A mere +11 to combat maneuvers is still on the weak side, given that just in Bestiary 1, median CMD by CR gets to over 70 by CR 30, while median AC only gets into the 40s.

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Imbicatus wrote:
Archery is still the most powerful combat style in the game. This isn't even a nerf, as most archers at a level where this would be relevant have clustered shots anyway.

Then why even have it, though? It's an absurdly over-fiddly thing that's irrelevant in the vast majority of cases anyway.

The NPC wrote:
Metamorph gets to shape change at 1st level, and will always have more uses per day than the Druid, and gets mutagen on top of the shifting for the ability to double up on STR bonuses. Alter self is a huge combat buff at first level, with many forms giving three primary natural attacks with darkvision and a +2 bonus to STR. Discoveries can add more to this as well.

"It can pretend to be a knockoff barbarian at low levels" is not exactly a ringing endorsement.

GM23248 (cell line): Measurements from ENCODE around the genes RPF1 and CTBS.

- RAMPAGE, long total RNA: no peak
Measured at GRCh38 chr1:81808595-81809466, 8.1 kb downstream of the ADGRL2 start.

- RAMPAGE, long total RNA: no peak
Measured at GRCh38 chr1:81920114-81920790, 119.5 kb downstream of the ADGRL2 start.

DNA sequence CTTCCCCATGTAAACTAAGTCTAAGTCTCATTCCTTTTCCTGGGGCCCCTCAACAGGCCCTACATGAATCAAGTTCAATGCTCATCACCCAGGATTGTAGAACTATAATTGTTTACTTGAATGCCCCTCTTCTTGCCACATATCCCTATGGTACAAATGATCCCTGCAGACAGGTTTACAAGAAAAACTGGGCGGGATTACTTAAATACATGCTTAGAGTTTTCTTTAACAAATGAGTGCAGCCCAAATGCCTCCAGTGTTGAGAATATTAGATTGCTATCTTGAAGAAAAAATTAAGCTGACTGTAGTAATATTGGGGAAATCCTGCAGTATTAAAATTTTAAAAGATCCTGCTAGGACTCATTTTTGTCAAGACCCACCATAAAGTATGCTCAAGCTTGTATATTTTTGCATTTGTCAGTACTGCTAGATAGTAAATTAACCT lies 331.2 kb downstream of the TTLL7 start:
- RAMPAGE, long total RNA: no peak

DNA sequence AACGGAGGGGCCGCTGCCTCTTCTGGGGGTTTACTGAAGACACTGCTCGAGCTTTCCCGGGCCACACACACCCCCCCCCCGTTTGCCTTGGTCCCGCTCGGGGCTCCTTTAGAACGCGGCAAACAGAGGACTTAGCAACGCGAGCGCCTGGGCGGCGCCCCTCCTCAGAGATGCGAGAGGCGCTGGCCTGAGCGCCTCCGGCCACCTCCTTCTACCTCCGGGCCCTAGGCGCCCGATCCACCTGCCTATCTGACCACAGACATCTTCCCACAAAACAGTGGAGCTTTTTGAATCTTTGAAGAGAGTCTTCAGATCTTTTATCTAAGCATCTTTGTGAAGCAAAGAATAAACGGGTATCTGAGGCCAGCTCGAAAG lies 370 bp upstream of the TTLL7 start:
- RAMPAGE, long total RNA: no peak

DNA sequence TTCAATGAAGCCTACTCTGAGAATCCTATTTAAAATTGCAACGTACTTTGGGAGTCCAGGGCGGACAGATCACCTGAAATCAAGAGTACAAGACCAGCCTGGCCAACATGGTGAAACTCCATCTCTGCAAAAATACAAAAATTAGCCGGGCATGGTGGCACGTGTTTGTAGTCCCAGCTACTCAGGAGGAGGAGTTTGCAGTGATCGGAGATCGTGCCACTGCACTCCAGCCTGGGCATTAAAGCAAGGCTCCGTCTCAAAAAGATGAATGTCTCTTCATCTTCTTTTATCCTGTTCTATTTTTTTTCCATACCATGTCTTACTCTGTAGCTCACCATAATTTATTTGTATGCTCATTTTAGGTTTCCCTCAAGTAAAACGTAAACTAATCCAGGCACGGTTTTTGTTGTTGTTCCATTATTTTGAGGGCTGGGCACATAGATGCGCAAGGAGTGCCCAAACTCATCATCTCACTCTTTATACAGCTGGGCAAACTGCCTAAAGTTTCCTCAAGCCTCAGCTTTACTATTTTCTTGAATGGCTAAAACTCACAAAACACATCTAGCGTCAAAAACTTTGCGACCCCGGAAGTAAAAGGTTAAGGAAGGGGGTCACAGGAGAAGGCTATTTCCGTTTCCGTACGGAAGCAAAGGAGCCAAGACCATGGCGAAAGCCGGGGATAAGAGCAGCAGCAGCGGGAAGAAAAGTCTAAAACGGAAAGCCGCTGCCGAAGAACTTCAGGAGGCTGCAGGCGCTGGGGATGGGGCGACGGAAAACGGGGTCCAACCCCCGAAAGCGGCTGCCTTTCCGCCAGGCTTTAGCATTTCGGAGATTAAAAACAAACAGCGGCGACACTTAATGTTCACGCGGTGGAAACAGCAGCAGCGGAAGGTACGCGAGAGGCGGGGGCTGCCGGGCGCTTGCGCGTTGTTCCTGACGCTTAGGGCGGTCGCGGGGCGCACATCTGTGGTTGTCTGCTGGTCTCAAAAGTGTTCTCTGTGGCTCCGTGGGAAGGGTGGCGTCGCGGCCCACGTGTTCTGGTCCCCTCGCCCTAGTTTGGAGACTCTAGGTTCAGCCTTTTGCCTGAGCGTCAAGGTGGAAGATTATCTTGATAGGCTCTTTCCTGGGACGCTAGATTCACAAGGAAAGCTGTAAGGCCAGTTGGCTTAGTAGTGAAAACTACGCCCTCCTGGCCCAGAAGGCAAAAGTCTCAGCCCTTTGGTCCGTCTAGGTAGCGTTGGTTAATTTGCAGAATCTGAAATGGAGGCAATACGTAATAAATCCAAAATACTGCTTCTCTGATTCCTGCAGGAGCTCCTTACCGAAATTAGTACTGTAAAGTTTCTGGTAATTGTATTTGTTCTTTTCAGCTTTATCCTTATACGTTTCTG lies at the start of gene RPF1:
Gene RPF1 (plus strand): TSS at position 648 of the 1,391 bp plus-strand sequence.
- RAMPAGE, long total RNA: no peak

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I am tremendously underwhelmed by most of the archetypes, and even more by how blatantly out of whack they are as compared to each other.

For example, there's the Metamorph Alchemist, which gives up bombs and extracts completely for a limited set of self-polymorph spells X/day, starting with just alter self. Then compare that to skinshaper druid, which trades wild shape for a scaling alter self X/day ability... and still gets full spellcasting and animal companion.

Even the much-hyped vigilante archetypes dip into terribleness all over, like how the brute vigilante gets pretty much all negatives from their transformation (Large size but no ability score increase, rage-like penalties but no buffs, you have spend a talent just to make armor fit you) and has to make a Will save every single time they use their vigilante identity or attack their allies.

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Skylancer4 wrote:

I don't know, it is probably just me, but again... a customisable weapon may not be worth a class's main ability in some people's minds.